But that is not all, there is next to no public transportation in Gurgaon. To get anywhere beyond your immediate neighborhood, you need a car. Indeed, Gurgaon was designed with car-owners in mind, and one could presume, no one else. Car-owners in India, we must remember, are in the small minority. “They live in private spaces and they sort of jump between them in capsules called cars,” Penalosa sardonically points out, “They drive everywhere. They drive out of their parking at home to their parking space at work, then to the parking at a shopping mall, perhaps to the parking at a supermarket and then to the country club parking lot. Months can go by without them walking a few blocks of their city streets” (9). Designed for privatized consumer-citizens, it is not surprising that cities like Gurgaon pay little attention to public transportation needs. In addition to a dearth of public transport, there are no sidewalks, though the majority of workers in Gurgaon must walk to work (because they cannot afford cars). As Penalosa powerfully argues, “this also reflects lack of democracy in unequal societies where higher income car-owning citizens are more important that poorer ones who walk or ride bicycles” (11).

India, there are many more pedestrians and bicyclists than cars, and this will be the case for many years to come. Unfortunately, there are neither bike lanes nor pedestrian side walks in cities like Gurgaon. Still, people manage to survive, and transport themselves using diverse methods, whether it is cramming 10 people into a rickety little three-wheel auto-rickshaw, riding a bike or a moped or even a cow-drawn cart. Such vehicular diversity should be seen as a strength, rather than as a sign of backwardness. What urban planners in India and across the world need to design are cities that can not only accommodate diverse modes of life, providing livable space for all classes of urban dwellers, but also diverse modes of transportation that are already present and yet unappreciated. Such designs are not only humane and democratic, but are in fact necessary in order to generate political, economic and ecological sustainability.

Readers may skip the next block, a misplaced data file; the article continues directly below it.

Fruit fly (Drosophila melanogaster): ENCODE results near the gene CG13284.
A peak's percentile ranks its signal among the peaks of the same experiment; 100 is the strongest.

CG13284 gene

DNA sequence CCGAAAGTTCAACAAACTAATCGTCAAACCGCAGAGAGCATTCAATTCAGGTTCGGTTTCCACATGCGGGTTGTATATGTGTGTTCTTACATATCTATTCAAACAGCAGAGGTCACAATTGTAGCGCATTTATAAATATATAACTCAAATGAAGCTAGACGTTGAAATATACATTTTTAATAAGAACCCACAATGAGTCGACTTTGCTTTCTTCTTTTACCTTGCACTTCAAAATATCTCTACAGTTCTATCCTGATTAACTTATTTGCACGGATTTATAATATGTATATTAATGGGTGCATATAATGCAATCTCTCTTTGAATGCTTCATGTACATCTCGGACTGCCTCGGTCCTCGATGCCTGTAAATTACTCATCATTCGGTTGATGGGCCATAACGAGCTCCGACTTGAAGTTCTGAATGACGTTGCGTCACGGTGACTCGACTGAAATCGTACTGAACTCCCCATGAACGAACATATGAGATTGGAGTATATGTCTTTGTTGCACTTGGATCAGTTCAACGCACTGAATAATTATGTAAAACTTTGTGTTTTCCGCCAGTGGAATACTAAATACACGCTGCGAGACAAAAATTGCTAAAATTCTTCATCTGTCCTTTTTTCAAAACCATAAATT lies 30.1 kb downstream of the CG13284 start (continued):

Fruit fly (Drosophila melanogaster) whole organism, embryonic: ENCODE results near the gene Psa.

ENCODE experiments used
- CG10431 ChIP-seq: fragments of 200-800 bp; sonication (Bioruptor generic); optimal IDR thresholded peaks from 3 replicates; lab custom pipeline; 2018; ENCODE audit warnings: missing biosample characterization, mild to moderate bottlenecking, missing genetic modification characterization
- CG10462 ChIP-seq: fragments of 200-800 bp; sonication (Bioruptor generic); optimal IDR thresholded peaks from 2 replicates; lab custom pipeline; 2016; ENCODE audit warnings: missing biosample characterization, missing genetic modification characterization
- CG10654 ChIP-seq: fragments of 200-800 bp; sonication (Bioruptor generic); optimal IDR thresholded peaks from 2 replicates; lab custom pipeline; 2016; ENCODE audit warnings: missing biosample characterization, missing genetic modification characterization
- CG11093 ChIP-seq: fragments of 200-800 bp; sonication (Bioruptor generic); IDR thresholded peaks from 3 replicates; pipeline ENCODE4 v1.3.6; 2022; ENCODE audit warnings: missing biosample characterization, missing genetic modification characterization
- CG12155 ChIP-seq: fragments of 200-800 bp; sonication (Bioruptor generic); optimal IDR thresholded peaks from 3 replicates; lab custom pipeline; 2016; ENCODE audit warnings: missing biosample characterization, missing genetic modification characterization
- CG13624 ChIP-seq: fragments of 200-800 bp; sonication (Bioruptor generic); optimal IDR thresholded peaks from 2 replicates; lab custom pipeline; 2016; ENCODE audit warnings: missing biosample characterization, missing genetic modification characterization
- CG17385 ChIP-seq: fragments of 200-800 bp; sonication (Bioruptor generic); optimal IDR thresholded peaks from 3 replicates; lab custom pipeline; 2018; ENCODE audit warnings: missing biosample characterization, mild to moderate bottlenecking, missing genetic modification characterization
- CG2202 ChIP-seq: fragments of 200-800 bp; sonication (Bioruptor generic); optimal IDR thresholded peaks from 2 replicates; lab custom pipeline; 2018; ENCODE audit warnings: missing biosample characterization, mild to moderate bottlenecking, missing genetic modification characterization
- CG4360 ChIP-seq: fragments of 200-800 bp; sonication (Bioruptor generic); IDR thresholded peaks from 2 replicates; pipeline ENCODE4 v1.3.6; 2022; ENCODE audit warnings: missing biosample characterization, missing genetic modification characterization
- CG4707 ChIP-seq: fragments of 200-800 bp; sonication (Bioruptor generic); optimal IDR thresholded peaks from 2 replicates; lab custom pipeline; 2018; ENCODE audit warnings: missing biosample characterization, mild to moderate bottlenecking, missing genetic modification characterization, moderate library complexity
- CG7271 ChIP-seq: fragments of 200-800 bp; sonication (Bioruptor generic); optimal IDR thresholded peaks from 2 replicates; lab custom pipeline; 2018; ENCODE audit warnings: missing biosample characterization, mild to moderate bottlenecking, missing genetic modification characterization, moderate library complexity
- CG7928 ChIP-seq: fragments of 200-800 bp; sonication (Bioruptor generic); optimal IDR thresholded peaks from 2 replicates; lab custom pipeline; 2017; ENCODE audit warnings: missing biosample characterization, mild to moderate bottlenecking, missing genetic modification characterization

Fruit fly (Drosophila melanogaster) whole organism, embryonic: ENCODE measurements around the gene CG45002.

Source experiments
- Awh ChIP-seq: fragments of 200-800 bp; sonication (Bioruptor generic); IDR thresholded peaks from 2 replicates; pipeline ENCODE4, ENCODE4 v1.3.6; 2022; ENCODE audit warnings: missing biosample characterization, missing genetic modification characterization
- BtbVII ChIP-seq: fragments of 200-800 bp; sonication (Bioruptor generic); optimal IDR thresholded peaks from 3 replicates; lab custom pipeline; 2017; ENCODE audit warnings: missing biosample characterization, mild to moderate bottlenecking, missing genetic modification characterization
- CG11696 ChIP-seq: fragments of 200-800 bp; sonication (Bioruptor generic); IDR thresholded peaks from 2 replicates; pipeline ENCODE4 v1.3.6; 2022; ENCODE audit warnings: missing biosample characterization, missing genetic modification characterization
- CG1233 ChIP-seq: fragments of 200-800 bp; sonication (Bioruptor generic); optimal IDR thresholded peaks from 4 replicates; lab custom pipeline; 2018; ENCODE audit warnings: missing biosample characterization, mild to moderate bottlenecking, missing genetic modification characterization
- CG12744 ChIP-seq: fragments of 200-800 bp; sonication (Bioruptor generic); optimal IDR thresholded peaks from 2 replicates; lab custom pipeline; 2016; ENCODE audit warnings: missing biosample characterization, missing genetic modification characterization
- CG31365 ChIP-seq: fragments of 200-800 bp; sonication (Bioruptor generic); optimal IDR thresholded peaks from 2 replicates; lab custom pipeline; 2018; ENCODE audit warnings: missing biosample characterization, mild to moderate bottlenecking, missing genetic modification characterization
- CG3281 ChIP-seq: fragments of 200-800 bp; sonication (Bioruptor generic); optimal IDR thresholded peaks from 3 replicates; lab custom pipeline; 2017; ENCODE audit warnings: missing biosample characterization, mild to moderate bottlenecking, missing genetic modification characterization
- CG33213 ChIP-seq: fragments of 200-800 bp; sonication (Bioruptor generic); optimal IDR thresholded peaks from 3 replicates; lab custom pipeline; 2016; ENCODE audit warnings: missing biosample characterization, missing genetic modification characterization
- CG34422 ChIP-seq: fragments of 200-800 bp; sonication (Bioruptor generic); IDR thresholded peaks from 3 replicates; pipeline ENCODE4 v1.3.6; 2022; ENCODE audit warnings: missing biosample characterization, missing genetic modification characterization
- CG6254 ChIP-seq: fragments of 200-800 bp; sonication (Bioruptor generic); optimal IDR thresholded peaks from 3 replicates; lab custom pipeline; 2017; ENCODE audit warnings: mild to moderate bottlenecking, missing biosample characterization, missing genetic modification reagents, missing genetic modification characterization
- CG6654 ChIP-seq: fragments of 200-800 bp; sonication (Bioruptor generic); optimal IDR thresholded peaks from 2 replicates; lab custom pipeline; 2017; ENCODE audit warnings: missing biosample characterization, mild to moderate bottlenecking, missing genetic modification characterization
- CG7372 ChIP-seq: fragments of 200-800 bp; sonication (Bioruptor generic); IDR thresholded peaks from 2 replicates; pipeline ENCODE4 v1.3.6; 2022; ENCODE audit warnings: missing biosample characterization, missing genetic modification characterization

Let me begin with an interesting quotation that I found a couple days ago, and then move on to something completely different.

A few days ago, at the Center for the Study of Developing Societies (CSDS), where I was awaiting a meeting with Ravi Sundaram, I was browsing through their impressive library, which subscribes to some very critical academic journals. Among them is Public Culture, which was started by Homi Bhabha and Carol Breckenridge. It is from this journal that the quotation comes, from an article entitled “Critique of Popular Culture,” by Partha Chatterjee (Spring ’08). Partha quotes Antonio Gramsci in order to develop an analytic frame for critiquing objects of mass consumption and popular culture in contemporary India: 

the philosophy of praxis as a critique of ‘common sense,’ basing itself initially, however, on common sense…it is not a question of introducing from scratch a scientific form of thought into everyone’s individual life, but of renovating and making ‘critical’ an already existing activity

I liked the quote because for me it leads to a politics of everyday life that can only be critiqued from within a particular culture of politics itself, through immersion into the everyday. This is indeed what I am trying to do here in Gurgaon and Delhi.